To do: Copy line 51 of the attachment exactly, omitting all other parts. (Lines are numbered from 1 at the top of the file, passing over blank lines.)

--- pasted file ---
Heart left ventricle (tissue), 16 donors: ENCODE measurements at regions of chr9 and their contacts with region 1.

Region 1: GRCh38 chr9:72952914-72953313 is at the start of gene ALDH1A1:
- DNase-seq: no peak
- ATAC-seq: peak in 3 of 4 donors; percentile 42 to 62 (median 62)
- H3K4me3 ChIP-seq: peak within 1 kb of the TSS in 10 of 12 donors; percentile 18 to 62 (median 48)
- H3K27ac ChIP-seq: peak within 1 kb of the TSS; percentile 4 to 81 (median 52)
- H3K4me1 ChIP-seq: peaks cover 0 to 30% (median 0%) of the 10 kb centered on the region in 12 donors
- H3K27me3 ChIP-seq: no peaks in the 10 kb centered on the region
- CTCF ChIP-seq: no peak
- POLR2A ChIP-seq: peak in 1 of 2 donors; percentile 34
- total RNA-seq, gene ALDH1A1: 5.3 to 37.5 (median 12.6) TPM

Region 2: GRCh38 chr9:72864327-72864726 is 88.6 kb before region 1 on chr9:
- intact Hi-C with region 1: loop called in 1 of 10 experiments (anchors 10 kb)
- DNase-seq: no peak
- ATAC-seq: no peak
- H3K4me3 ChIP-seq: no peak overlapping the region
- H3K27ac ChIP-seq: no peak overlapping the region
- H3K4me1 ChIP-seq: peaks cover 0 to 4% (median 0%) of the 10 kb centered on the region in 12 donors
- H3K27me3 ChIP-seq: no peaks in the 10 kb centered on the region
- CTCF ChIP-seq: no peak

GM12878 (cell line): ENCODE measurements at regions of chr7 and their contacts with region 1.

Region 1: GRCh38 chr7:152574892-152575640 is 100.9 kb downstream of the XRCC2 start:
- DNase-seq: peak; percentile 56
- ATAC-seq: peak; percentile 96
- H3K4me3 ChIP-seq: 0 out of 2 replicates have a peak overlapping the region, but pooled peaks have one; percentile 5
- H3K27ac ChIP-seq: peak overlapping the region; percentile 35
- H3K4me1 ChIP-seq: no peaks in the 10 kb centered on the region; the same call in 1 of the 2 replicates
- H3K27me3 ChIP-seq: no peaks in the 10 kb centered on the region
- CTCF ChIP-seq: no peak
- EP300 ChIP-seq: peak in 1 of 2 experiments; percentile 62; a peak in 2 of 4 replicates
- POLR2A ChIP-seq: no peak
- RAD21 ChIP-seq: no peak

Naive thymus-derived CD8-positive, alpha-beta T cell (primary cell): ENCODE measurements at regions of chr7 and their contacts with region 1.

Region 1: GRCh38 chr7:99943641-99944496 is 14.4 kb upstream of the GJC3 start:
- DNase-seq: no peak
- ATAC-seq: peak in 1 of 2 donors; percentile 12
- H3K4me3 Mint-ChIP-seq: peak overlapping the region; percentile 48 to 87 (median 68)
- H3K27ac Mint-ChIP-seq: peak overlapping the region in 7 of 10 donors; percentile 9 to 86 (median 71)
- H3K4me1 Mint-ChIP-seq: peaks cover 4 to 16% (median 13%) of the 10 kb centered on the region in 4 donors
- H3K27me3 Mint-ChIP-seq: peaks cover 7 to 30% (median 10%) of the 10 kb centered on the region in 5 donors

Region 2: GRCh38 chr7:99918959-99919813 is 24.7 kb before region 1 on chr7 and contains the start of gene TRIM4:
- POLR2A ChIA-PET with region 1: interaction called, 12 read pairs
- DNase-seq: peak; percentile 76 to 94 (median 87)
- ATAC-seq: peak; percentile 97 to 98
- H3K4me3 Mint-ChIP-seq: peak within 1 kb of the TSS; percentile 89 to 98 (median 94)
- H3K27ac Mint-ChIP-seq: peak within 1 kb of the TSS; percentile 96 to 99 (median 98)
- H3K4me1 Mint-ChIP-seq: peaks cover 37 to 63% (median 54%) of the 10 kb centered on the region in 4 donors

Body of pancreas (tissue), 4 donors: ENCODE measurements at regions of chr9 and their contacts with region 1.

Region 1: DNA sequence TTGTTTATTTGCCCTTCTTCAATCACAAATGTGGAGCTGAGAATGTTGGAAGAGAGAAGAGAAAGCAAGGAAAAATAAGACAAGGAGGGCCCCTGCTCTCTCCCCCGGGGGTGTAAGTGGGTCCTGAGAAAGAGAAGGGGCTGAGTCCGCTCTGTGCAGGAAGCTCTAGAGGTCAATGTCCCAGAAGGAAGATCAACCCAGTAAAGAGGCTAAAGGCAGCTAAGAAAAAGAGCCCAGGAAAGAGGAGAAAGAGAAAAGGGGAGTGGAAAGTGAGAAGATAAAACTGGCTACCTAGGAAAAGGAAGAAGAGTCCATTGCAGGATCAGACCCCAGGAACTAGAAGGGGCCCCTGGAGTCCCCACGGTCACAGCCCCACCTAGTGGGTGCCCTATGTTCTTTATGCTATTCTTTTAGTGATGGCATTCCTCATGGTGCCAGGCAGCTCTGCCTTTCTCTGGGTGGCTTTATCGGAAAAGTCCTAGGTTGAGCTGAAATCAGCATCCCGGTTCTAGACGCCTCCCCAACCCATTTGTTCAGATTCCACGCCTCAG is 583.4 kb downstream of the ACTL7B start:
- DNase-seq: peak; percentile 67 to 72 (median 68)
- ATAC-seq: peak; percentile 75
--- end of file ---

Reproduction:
- ATAC-seq: peak; percentile 75